Kentucky native and food writer Ronni Lundy has received the top James Beard Foundation award for Book of the Year. Lundy also received a James Beard Award in the American Cooking category.
In the debut issue of Lundy’s online food magazine, The Zenchilada, Lundy wrote of New England food writer, John Thorne, “Some might call him a food philosopher; I would call him a true ruminant, turning over a recipe or a story until his taste, his instinct leads him to the place beyond ingredient and information, the place where the fundamental can be found.”
The same could be said of Lundy.
As her agent puts it, “She’s been called a ‘rockstar of a scribe’ and ‘food goddess’ but, really, Ronni Lundy is just a Kentucky girl who likes to wander with a fork in one hand and a pen in the other.”
Victuals is the book she says she’s been writing since she was “probably about three.”
The James Beard Awards cover categories like outstanding chef, outstanding restaurant and best chef in 10 different regions, best new restaurants, rising star chefs, pastry chefs and bakers. The chef and restaurant awards were given out in Chicago May 1.
Victuals: An Appalachian Journey, with Recipes was busy making the list of 2016’s best cookbooks before it was even released (Clarkson Potter, August 2016).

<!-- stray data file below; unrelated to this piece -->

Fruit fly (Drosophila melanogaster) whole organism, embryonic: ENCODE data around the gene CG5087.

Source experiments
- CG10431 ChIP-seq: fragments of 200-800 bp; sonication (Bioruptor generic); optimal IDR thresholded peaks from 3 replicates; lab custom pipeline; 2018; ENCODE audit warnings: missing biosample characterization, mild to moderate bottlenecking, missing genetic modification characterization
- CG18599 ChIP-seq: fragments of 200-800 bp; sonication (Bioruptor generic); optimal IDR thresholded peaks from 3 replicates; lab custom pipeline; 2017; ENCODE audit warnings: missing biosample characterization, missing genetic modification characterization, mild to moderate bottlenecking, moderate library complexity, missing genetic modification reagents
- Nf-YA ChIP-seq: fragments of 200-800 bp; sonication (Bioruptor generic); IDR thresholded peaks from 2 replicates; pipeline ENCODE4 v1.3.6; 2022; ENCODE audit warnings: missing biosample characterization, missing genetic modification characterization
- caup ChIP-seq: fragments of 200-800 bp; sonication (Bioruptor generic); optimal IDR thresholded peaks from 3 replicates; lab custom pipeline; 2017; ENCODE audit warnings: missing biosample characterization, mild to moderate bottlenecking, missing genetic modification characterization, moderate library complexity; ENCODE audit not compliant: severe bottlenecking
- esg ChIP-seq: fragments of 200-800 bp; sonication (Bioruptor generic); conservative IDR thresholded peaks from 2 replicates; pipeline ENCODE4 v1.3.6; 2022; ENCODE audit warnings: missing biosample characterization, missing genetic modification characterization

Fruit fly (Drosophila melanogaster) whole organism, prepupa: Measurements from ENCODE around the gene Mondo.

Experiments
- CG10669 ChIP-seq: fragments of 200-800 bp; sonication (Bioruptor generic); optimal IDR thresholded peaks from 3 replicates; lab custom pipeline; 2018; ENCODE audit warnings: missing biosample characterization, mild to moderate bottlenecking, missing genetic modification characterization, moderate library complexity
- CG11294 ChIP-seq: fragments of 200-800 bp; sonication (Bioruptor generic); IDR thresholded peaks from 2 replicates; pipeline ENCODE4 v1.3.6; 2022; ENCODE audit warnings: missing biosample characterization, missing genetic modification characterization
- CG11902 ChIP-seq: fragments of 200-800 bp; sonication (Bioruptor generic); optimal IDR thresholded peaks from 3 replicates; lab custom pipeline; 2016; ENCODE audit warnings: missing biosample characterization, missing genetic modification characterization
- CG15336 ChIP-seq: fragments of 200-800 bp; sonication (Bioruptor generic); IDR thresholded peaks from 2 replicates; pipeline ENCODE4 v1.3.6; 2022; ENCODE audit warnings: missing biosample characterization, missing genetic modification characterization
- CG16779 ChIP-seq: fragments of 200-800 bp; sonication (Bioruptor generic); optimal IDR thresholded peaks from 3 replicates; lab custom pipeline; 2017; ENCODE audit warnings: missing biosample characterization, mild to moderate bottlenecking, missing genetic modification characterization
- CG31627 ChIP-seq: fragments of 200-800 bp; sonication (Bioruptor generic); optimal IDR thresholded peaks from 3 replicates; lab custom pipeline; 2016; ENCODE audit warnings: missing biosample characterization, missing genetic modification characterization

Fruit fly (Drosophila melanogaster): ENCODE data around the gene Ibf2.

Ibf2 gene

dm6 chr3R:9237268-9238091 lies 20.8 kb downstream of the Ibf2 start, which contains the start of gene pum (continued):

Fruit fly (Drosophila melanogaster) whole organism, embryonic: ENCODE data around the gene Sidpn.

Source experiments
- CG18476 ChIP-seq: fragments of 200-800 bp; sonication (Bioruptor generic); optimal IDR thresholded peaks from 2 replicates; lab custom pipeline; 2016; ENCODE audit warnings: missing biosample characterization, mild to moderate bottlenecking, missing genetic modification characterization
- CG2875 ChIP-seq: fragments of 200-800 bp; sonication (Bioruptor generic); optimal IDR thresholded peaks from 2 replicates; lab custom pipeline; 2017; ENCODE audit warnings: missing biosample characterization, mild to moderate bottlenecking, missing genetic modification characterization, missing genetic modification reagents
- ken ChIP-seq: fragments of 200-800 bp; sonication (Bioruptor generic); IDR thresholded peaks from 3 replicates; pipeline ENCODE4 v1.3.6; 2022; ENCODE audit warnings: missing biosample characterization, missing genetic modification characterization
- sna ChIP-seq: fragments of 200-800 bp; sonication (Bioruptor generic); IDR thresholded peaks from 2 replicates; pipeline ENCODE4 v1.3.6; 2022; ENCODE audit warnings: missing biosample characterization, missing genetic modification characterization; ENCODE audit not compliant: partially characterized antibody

In the Best Of 2016 lineup that included Ina Garten, Tasting Table wrote, “Appalachian food is about to experience its heyday, and with Lundy’s lush stories about the region’s culinary narrative, you’ll come to crave the corn, braising greens and shuck beans that come with it. The desserts are particularly alluring, like gingerbread that uses black walnuts and the ‘sorghum sea foam’ frosting on top of chocolate-blackberry jam layer cake.”
As Jane Black pointed out in the Washington Post’s rave review of Lundy’s latest, “Today, I’ve rarely seen real green beans outside of Appalachia. It’s the last place in the country where people demand them.” She adds, “to call it a cookbook seems almost unfair.”
Lundy’s books (Sorghum’s Savor; Butter Beans to Blackberries; The Festive Table; and Shuck Beans, Stack Cakes and Honest Fried Chicken) are not so much cookbooks as they are anthropology, and the latest is no exception.
Lundy says, “I would have to own that while I love to cook, recipe is not my primary interest in writing about food. I am profoundly grateful to those for whom it is and for their work, which informs mine, and I try to live up to good practice and honor great cooking when it comes to writing recipes, but I am as interested as much in why we are doing what we’re doing when we stand at the stove as the how. And that interest is personal, political, sociological and extremely historical. The great thing in writing about food (and the secret subtext hidden in many recipes) is its revelation of the voices of people who traditionally have not been consulted when history is told—even their own history. Recipe and cookbooks are where we hear what women’s lives were actually like in different eras, and what constituted daily life for the family. If you want to look at it in those terms, in food we learn the experiences of the humble, the poor and the outcast as well as those who have it made. Food is an easy door into strange cultures and stories. Plus you get to eat while you’re doing all that research.”